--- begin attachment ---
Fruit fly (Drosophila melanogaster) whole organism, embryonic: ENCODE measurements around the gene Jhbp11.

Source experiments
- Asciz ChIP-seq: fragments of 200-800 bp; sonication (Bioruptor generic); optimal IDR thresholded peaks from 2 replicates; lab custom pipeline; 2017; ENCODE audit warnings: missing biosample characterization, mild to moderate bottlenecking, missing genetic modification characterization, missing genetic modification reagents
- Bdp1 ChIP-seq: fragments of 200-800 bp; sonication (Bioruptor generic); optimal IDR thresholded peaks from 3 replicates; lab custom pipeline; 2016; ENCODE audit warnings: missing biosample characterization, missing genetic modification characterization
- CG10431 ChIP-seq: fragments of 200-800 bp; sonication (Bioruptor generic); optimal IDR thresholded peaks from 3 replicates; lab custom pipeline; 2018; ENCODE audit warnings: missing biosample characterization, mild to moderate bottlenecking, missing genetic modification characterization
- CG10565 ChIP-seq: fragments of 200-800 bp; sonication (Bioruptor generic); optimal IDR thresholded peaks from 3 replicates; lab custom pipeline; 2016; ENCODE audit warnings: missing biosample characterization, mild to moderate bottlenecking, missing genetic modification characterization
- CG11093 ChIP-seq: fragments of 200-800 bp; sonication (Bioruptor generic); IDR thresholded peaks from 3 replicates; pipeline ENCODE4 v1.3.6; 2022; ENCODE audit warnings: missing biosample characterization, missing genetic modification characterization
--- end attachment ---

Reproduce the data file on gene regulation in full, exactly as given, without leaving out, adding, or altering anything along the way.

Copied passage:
Fruit fly (Drosophila melanogaster) whole organism, embryonic: ENCODE measurements around the gene Jhbp11.

Source experiments
- Asciz ChIP-seq: fragments of 200-800 bp; sonication (Bioruptor generic); optimal IDR thresholded peaks from 2 replicates; lab custom pipeline; 2017; ENCODE audit warnings: missing biosample characterization, mild to moderate bottlenecking, missing genetic modification characterization, missing genetic modification reagents
- Bdp1 ChIP-seq: fragments of 200-800 bp; sonication (Bioruptor generic); optimal IDR thresholded peaks from 3 replicates; lab custom pipeline; 2016; ENCODE audit warnings: missing biosample characterization, missing genetic modification characterization
- CG10431 ChIP-seq: fragments of 200-800 bp; sonication (Bioruptor generic); optimal IDR thresholded peaks from 3 replicates; lab custom pipeline; 2018; ENCODE audit warnings: missing biosample characterization, mild to moderate bottlenecking, missing genetic modification characterization
- CG10565 ChIP-seq: fragments of 200-800 bp; sonication (Bioruptor generic); optimal IDR thresholded peaks from 3 replicates; lab custom pipeline; 2016; ENCODE audit warnings: missing biosample characterization, mild to moderate bottlenecking, missing genetic modification characterization
- CG11093 ChIP-seq: fragments of 200-800 bp; sonication (Bioruptor generic); IDR thresholded peaks from 3 replicates; pipeline ENCODE4 v1.3.6; 2022; ENCODE audit warnings: missing biosample characterization, missing genetic modification characterization